That was the problem. Seems the intake valve in the center is longer than the two outer valves. The mechanic at the dealer switched the middle valve with an outside valve. With the head off, the valves would seat properly, but once the cams were installed onto the head, there was constant pressure on the outer intake valve (the one that should have been in the center) causing it to remain open ALL the time (hence no compression....it was leaking out through the carb). We quickly ran it back to the shop (we don't have the tool necessary to remove the valves) had the guy switch them (30 minutes) put the engine back together and it started 3rd kick.

Nikki thanks for the original tips. The mechanic at the dealer and another friend also told us to check those shims for the same reason (my buddy even put the caps back on once with a shim crooked...so it's easy to do).

As far as the other recommendations with the decompression system...they were right on.....we knew we had a compression leak somewhere and ruled that out pretty quickly, but it got us to thinking about what else could be leaking the pressure.....we just so happened to notice that two of the intake valves had two small dots on each of them and one intake valve only had one. We celebrated with cold brews once we realized the mistake!
 

jboomer

Subscriber
Joined
Jan 5, 2002
Messages
1,420
Likes
0
#12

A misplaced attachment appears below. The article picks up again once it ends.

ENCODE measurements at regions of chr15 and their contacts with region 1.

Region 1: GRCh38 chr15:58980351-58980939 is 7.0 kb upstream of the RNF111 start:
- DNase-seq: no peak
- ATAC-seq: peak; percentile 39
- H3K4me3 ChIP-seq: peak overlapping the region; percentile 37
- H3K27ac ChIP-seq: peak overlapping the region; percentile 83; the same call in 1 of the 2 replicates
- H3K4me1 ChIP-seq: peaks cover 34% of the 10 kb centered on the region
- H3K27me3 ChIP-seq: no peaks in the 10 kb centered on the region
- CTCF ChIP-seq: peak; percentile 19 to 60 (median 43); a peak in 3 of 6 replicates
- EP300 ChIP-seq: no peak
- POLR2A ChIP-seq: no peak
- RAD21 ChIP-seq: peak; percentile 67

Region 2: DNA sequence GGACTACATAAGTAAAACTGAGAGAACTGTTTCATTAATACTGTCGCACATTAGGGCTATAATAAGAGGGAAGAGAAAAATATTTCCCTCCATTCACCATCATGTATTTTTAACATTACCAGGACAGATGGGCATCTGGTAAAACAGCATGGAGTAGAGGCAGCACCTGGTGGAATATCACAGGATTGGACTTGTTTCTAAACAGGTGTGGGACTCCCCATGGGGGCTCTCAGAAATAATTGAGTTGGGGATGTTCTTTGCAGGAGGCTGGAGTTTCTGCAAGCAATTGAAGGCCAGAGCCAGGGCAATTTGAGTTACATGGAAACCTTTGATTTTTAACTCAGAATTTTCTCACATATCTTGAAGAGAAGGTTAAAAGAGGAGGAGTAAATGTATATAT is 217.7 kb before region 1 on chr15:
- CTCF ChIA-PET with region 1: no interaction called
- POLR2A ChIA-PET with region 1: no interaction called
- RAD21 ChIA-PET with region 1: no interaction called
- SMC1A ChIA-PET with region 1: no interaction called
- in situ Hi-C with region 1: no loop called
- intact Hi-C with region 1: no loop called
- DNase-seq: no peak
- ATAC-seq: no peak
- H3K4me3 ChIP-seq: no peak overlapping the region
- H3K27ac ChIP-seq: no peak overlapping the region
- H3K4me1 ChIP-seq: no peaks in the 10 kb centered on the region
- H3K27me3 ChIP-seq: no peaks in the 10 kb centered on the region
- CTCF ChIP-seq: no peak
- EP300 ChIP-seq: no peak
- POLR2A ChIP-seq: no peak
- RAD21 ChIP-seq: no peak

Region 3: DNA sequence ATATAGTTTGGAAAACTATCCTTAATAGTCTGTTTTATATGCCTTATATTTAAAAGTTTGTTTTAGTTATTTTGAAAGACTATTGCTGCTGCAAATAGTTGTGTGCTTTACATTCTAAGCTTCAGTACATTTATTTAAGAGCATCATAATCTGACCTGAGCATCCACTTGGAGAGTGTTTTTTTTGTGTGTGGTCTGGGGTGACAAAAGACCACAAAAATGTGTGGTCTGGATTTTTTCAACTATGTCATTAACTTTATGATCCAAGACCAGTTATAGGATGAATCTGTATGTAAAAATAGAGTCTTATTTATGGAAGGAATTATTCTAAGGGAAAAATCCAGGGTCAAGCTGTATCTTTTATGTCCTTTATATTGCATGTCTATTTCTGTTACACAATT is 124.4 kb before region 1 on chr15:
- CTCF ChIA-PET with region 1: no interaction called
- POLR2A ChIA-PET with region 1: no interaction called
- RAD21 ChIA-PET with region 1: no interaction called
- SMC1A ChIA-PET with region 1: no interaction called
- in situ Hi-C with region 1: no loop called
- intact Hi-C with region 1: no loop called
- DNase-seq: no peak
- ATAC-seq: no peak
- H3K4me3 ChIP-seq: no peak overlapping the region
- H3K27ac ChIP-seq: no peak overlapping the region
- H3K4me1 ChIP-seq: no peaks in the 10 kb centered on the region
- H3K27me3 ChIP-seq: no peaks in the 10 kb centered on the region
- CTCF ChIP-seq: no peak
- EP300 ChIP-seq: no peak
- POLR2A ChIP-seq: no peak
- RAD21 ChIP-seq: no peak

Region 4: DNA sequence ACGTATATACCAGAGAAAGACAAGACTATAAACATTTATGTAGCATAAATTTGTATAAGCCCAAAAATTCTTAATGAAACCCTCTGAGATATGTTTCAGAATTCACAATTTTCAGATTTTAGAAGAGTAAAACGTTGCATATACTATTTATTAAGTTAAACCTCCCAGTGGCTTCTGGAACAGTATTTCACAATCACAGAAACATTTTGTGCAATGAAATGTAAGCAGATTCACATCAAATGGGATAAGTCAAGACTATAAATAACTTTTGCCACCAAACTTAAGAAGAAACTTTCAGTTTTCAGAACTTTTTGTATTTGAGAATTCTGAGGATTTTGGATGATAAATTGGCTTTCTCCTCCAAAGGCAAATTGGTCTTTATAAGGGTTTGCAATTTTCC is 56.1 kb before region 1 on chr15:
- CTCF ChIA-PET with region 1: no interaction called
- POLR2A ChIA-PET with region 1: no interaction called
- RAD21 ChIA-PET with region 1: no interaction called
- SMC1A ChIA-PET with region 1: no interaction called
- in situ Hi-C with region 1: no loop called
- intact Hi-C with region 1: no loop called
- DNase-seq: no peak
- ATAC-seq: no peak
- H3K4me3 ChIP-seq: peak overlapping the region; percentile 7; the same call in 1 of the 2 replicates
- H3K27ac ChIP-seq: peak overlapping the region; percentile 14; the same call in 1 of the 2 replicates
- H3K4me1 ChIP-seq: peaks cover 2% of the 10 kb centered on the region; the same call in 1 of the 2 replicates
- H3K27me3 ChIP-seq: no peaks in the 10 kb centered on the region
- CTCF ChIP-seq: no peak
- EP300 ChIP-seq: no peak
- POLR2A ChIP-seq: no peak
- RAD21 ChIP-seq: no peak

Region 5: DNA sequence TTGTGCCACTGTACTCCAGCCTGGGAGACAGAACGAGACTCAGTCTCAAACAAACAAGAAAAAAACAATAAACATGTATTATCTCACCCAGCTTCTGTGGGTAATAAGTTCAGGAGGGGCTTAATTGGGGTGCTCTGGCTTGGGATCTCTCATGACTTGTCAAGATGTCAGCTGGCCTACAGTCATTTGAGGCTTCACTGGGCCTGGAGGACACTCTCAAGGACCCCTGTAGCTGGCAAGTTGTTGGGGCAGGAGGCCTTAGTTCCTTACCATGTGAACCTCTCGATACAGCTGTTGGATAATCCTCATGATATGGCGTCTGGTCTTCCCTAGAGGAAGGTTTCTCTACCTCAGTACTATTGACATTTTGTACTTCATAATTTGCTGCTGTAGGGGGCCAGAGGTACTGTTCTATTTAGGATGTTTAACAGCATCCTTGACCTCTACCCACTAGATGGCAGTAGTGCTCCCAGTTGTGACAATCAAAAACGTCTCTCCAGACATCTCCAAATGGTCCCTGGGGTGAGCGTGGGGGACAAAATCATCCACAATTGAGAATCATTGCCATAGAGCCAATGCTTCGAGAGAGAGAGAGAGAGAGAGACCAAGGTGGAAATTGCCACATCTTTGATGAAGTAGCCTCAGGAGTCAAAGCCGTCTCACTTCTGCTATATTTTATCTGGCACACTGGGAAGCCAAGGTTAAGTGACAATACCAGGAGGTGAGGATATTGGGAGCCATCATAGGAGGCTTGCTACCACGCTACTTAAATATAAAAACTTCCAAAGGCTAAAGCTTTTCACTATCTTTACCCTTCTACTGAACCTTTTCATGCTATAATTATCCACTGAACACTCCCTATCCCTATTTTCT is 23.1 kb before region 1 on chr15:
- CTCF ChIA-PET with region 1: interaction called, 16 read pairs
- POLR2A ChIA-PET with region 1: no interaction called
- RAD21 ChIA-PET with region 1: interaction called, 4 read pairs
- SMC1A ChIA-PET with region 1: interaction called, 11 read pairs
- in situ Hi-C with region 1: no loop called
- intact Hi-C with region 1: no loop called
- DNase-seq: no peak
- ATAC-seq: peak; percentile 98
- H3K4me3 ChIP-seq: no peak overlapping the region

Well, we took our bikes out to the track today, so he could break in his new engine. He had a couple small little things he had to correct (an oil line seal had gone bad and he failed to put a washer on the oil drain bolt--both things we fixed right then) but all in all, everything went good, until about 6 laps into his ride. He came around a corner then suddenly the bike started "squealing" like a scalded pig. He hit the kill button as quick as possible and a couple of us went over to see what had happened. We weren't able to turn the engine over at all....so we rolled it back to the truck. When he got home he removed the clutch side cover because he thought it may just be the kickstart gear installed wrong (wouldn't be the first thing the mechanic screwed up). Well, turns out, the gear that mounts to the clutch cover had come out of its little notches, the circlip that holds the gear to the small shaft it mounts to came loose and proceeded (along with the shaft) to run itself through the engine. Now, all he can find is the gear, everything else came out of the oil drain in small pieces. Probably completely toasted the engine. He never removed the clutch cover when he took the cases in to have the original bottom end changed, so it was definitely the mechanic that did it wrong. He's pretty busted up about it, unfortunately the mechanic won't be at work tomorrow or Monday. Figures. It took the mechanic 8 weeks to split the cases and replace the gears (my buddy had already ordered all the parts and were able to take them in with the engine--fortunately he was only charged for 3 hours of labor), it'll probably be spring before he gets the bike out of the shop this time. We think the mechanic should be liable for the damages since it was his bad workmanship that caused this problem, we'll see if he'll take responsibility for it or not.